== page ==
Building a culture of security
By A Paris — General partners (GPs) have a raft of technology solutions to choose from when looking to make sure their cybersecurity infrastructure is robust. Deploying state-of-the-art technology which meets the needs of the organisation and provides the security necessary is vital for GPs to continue operating, both from a regulatory point of view and also to ensure they continue to attract capital.
However, systems alone are not enough. A large part of cybersecurity relies on all the firm’s staff – from the C-suite to regular employees. Their understanding, vigilance and willingness to highlight any issues they may encounter in the course of their working day can make or break a PE firm’s cybersecurity strategy. In view of this, organisational culture plays a huge role in ensuring GPs are securing their data and that of their portfolio companies.
A study of 50 major data breaches carried out by Boston Consulting Group (BCG) found that only 28 percent were caused by inadequate security technology. “In the vast majority of cases — 72 percent — the breach was the result of an organisational failure, a process failure, or employee negligence,” the consultancy outlines.
In a research paper for the Harvard Business Review, Keri Pearlson, Brett Thorson, Stuart Madnick and Michael Coden explain the importance of testing and making sure that even the C-suite are familiar with all the necessary protocols.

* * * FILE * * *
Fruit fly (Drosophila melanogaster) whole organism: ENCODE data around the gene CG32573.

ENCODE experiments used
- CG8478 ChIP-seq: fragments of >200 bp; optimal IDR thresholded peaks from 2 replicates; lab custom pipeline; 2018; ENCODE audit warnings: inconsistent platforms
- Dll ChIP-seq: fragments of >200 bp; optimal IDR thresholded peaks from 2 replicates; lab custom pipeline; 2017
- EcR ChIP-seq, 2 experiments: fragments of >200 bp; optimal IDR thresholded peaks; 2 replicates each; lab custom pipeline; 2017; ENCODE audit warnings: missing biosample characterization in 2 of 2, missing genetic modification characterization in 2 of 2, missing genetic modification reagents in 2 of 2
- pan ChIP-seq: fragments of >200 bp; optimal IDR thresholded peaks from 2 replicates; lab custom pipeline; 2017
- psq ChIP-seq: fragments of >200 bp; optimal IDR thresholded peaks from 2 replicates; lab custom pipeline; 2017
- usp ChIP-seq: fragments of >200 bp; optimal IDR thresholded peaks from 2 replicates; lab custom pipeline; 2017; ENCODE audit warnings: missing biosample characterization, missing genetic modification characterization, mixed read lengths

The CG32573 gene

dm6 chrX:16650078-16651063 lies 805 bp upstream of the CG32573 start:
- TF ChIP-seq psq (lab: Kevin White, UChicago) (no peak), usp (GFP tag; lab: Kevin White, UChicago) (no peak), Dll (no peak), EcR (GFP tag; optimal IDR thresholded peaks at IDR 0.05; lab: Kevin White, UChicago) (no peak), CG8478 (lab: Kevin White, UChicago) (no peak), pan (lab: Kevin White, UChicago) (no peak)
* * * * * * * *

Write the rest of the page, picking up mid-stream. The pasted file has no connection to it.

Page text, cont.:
“To make sure they are aligned and aware of company plans during a cyber attack, they [C-suite executives] need to practice ahead of time and build muscle memory in how to respond. Simulated scenarios help organisations to validate their plans and prepare company leaders,” the authors write.
Jamie Smith, Eze Castle Integration’s Director of International Technology, stresses the importance of tabletop testing: “Incident response isn’t accidental, it’s something you test and it’s perspective you gain when you do carry out these tests and gauge how quickly you react. The more you test your response, the better you’ll get at responding. Also, these tests need to have a certain level of granularity to cater for different types of cyber attack; having a different playbook for each one is really important.”
RFA outlines the benefits of phish testing and security awareness training: “Training significantly reduces your chances of a breach or an attack. Knowledge is always power. Educating your employees and developing a security-conscious culture is essential and typically not a priority for firms, but it should be,” says RFA global managing director, George Ralph.
Jason Elmer, CEO and founder at Drawbridge advises: “Driving cybersecurity within the firm must come from the top down, and ownership remains within the firm. Should a GP choose to hire a cybersecurity specialist in-house, it is critical that this person be educated enough on the importance and impact of cybersecurity to drive enforcement. That can come from careful work with a cybersecurity firm and does not necessarily require prior skills or expertise.”